What are SSD’s? Why better than HDD or SHDD? How should we choose?

SSD – Solid State Drives are Quieter, Cooler, and generally more reliable and faster than standard platter type hard drives HDD and/or SHDD. Solid State Drives feature a non-mechanical design of NAND flash(nonvolatile : means can store even when there is no power) mounted on circuit boards, and are shock resistant up to 1500g/0.5ms. Hard Drives consist of various moving parts making them susceptible to shock and damage.

But because SSD’s come in many different types you need to know what to look for when buying one.
In short, SSD’s last twice as of normal hard drives. SSD runs faster, use less energy, instead of thrashing comp every 3-5 yrs. we should install SSD’s in about 150$ and we get better performing computers instead of buying new.

The factors to consider for buying:
IOPS = Input/ Output Operations per Second
Sequential Read/ Write Speed
Random Read/ Write Speed

SSD

As per Seagate, developer of the first 5.25-inch hard disk drive (HDD) in 1980, how do you choose? Marketing Bulletin SSD, Hard Drive or Hybrid? Up until just a few years ago, the hard disk drive (HDD) was the de facto choice for storage in a laptop or desktop computer. Today computer users have more options to fine-tune storage to exactly what they need. Solid state drives (SSD) and newer solid state hybrid drives (SSHD) can enhance the performance of your computer compared to using a traditional hard drive. So whether it’s a new computer or an upgrade to your existing system, how do you choose the right storage option for you? There are a number of factors for possible consideration when choosing between a traditional HDD, an SSHD or an SSD. The easiest and most common way to evaluate the differences between these storage devices is to compare cost, performance and total capacity tradeoffs.

HDDs still offer massive capacity and lowest prices. SSDs are extremely fast, but are more expensive, especially at capacity points above 128GB. SSHDs combine some of the best aspects of both HDD and SSD but may not be the top performers for every criteria. Choose the Seagate® drive that is right for your laptop or desktop computer by looking at the following key features.

Speed: SSDs provide peak performance for booting and high read/write performance to support computing that requires enhanced multitasking capabilities. On the other hand, an SSHD can provide near-SSD performance for booting, launching and loading data. HDDs usually provide ample performance for the majority of PC platforms shipping today, SSD, Hard Drive or Hybrid.

Capacity: HDDs are still the workhorses when it comes to sheer capacity and the amount of data that can be stored. SSHD technology also offers large capacity points at affordable price points. SSDs are available at various capacity points, but are more expensive above 240GB.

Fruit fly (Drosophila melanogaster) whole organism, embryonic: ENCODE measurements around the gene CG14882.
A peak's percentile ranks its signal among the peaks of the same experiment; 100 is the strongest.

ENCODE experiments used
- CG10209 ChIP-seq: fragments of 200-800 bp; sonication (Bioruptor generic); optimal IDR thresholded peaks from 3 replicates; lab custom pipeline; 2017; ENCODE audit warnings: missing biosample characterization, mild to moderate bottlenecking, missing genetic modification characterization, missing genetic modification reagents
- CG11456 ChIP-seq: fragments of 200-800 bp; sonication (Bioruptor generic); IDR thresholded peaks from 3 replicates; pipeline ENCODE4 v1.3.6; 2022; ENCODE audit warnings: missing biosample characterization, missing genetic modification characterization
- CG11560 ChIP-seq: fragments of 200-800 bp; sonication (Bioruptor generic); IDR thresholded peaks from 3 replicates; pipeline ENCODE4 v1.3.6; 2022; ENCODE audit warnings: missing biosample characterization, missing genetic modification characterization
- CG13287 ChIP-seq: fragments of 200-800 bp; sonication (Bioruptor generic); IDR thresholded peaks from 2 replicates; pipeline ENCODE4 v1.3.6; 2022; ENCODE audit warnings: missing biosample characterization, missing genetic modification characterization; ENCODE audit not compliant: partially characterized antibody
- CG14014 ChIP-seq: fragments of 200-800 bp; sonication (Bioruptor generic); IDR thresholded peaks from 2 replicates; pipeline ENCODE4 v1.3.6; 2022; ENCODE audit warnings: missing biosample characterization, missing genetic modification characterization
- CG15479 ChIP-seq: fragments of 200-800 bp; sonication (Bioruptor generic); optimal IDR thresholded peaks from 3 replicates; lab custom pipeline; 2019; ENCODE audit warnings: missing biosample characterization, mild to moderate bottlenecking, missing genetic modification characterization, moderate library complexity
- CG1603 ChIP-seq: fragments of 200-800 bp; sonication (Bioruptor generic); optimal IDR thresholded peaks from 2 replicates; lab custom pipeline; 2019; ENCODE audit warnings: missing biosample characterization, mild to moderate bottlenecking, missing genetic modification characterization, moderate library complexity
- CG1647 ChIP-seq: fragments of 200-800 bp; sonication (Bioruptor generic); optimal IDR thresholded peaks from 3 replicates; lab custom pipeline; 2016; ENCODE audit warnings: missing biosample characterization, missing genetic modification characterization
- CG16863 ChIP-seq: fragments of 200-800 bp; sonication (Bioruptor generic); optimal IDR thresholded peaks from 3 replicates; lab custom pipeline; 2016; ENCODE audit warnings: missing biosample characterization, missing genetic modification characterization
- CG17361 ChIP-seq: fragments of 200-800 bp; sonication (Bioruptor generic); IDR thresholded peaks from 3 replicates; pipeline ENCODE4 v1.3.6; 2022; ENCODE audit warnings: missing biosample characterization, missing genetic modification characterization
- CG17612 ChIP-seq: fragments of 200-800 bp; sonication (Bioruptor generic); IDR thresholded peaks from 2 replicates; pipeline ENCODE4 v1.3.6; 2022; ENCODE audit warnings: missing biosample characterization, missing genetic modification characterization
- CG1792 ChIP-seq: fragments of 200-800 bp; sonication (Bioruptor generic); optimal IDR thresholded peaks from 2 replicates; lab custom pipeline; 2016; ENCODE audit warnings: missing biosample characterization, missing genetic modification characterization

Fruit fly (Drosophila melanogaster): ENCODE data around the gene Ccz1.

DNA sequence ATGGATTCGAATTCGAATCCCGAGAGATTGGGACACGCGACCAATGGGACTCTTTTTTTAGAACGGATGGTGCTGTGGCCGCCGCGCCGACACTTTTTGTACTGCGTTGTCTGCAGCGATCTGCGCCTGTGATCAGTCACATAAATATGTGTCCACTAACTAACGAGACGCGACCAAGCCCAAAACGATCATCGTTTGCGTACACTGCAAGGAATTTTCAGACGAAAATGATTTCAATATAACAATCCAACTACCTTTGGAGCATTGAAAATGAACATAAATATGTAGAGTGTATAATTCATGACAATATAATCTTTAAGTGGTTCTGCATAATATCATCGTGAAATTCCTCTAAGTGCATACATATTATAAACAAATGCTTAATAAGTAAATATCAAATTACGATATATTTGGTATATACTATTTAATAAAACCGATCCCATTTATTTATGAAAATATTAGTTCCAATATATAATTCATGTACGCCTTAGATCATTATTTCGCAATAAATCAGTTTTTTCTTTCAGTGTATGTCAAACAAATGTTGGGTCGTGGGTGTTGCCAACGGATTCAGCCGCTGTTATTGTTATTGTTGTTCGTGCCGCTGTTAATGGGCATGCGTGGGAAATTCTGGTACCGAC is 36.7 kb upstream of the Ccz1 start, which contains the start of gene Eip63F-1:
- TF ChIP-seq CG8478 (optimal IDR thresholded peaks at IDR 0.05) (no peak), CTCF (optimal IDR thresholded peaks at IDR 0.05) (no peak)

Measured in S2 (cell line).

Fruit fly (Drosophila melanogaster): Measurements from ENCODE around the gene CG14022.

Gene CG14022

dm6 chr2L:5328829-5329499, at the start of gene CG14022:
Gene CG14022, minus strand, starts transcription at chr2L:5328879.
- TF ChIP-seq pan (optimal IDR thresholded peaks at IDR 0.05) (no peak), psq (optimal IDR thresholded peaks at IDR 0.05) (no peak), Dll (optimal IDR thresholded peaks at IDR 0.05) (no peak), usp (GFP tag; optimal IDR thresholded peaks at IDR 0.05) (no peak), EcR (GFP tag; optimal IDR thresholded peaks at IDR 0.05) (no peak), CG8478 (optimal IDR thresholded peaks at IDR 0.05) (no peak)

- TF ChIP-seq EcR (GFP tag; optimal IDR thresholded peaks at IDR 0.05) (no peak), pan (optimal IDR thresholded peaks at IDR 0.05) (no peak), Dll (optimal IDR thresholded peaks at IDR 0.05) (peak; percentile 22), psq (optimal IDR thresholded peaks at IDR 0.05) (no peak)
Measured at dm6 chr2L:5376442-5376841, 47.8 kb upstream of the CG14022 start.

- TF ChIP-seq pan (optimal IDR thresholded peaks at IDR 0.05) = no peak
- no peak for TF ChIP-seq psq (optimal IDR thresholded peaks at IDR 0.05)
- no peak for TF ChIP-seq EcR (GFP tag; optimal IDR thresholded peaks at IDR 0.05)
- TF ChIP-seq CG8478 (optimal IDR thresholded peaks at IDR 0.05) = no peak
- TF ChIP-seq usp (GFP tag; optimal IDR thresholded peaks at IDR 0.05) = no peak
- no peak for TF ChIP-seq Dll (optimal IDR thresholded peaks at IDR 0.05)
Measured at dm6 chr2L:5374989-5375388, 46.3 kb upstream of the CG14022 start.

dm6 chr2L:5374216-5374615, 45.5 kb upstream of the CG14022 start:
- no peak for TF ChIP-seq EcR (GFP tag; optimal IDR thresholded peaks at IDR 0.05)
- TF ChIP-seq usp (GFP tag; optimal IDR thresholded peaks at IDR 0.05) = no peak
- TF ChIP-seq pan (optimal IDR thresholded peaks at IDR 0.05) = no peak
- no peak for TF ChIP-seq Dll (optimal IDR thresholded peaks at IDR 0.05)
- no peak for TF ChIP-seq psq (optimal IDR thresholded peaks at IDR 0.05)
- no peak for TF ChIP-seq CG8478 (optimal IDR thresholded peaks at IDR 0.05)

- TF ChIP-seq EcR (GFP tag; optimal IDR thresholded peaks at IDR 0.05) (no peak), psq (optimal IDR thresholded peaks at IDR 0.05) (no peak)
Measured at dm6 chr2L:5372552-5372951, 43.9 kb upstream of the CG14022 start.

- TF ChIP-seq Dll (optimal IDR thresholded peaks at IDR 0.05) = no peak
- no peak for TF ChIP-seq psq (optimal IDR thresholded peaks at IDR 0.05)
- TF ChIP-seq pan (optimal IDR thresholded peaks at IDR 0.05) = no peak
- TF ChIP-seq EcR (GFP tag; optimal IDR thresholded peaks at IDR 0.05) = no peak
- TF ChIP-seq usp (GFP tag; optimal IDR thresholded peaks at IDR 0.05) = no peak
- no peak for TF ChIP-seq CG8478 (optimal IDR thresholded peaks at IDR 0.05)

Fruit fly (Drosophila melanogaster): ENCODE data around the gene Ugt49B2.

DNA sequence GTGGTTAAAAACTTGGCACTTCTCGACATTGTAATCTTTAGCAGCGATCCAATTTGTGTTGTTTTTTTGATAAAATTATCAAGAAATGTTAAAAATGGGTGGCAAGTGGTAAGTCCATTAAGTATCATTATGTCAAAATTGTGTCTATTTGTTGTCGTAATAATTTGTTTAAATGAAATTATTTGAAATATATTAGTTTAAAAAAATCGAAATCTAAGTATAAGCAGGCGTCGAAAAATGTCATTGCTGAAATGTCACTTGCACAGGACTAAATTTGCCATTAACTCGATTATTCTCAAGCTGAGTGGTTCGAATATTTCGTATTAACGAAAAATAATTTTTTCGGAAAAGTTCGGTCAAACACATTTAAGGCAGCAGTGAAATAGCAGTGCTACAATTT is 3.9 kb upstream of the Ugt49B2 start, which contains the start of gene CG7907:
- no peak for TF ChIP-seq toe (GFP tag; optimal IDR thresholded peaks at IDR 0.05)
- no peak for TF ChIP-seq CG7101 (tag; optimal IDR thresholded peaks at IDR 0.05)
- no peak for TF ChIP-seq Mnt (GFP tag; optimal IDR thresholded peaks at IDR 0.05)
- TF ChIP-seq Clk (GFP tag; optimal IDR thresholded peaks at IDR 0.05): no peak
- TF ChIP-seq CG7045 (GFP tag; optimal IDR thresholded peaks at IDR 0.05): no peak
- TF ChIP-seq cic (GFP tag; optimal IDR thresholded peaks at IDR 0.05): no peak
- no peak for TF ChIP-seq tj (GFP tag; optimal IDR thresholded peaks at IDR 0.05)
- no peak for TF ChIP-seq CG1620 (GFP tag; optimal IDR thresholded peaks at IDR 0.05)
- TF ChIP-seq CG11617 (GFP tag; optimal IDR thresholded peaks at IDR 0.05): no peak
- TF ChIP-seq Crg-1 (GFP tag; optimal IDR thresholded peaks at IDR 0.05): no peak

Price: At a system level, low-capacity SSDs, such as those in the 32GB to 240GB range, can be affordable. But higher-capacity SSDs are more expensive, especially when measured by cost per gigabyte. HDDs provide the lowest cost per gigabyte. SSHDs provide a cost per gigabyte that’s just slightly higher than HDDs.

Reliability: Failure rates for the three technologies have very similar ratings. However, SSHD has the potential to demonstrate improved reliability, as the combined use of SSD and HDD in an integrated system can draw on the strengths of each.

Form Factor: SSD products are not limited by the spinning platters used by HDD and SSHD products, so they have the most flexibility in terms of physical size. For standard laptops and Ultrabook’s, SSDs are available in 5mm and 7mm heights. HDDs and SSHDs are available in standard 7mm and 9.5mm designs, and 5mm designs will be available in 2013.

Durability: SSDs are viewed as more durable simply because of their solid state design. But practically speaking, other components in a laptop or desktop, such as the display or processor, are more likely to be damaged due to shock, damage or temperature extremes.

Battery Life: In general, storage has minimal impact on battery life in a laptop computer—less than 10% of overall system power usage. The display and processor are much more significant. When compared, SSD is the most power-efficient, with SSHD and HDD following close behind.

Summary: Thinking through all of these criteria can definitely help you prioritize your needs for storage and ultimately help you make a decision that will set your mind at ease and result in a great experience with your next computer.


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